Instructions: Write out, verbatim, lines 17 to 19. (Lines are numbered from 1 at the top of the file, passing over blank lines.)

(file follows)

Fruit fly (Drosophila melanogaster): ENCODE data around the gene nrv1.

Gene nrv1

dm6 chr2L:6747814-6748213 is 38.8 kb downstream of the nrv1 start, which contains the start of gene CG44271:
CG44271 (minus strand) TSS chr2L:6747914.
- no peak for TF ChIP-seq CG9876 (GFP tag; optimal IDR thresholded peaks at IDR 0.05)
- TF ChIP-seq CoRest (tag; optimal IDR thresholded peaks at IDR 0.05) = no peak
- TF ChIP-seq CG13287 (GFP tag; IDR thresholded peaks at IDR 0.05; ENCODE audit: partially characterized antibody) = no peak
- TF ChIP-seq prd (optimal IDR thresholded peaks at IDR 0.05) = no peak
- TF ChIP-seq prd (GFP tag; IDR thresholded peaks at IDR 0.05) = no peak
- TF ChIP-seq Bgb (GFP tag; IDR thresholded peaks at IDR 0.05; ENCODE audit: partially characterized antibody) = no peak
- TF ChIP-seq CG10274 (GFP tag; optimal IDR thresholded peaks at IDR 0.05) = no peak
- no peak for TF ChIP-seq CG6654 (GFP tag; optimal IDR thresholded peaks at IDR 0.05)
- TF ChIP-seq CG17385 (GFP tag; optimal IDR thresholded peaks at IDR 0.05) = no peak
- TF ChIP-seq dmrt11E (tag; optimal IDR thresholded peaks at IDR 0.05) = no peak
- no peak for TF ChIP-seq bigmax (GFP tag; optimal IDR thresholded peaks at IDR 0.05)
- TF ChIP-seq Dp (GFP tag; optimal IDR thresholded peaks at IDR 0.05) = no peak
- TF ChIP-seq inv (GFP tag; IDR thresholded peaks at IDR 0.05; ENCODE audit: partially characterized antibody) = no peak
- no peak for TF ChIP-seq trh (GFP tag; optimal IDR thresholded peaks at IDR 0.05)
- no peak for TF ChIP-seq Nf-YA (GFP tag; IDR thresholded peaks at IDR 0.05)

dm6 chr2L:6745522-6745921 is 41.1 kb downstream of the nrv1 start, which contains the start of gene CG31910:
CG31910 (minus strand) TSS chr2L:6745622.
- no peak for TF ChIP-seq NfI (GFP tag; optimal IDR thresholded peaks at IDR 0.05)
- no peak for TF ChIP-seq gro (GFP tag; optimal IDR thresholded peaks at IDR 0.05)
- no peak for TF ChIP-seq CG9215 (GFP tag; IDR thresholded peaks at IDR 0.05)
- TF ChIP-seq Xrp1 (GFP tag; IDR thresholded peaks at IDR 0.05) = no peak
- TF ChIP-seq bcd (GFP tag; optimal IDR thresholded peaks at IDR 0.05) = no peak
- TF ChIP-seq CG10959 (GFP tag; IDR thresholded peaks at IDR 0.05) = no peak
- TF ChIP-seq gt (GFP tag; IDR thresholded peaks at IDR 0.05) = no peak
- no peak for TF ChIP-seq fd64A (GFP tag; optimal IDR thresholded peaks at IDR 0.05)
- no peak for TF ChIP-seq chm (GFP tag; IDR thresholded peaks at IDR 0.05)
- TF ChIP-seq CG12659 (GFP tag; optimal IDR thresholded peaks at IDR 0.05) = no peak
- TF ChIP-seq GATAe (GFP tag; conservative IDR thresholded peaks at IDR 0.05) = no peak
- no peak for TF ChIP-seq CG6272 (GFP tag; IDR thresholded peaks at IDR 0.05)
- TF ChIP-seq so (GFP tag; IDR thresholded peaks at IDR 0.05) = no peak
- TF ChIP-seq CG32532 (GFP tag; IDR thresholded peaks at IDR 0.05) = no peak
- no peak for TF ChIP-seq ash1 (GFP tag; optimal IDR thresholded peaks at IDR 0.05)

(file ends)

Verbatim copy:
- TF ChIP-seq inv (GFP tag; IDR thresholded peaks at IDR 0.05; ENCODE audit: partially characterized antibody) = no peak
- no peak for TF ChIP-seq trh (GFP tag; optimal IDR thresholded peaks at IDR 0.05)
- no peak for TF ChIP-seq Nf-YA (GFP tag; IDR thresholded peaks at IDR 0.05)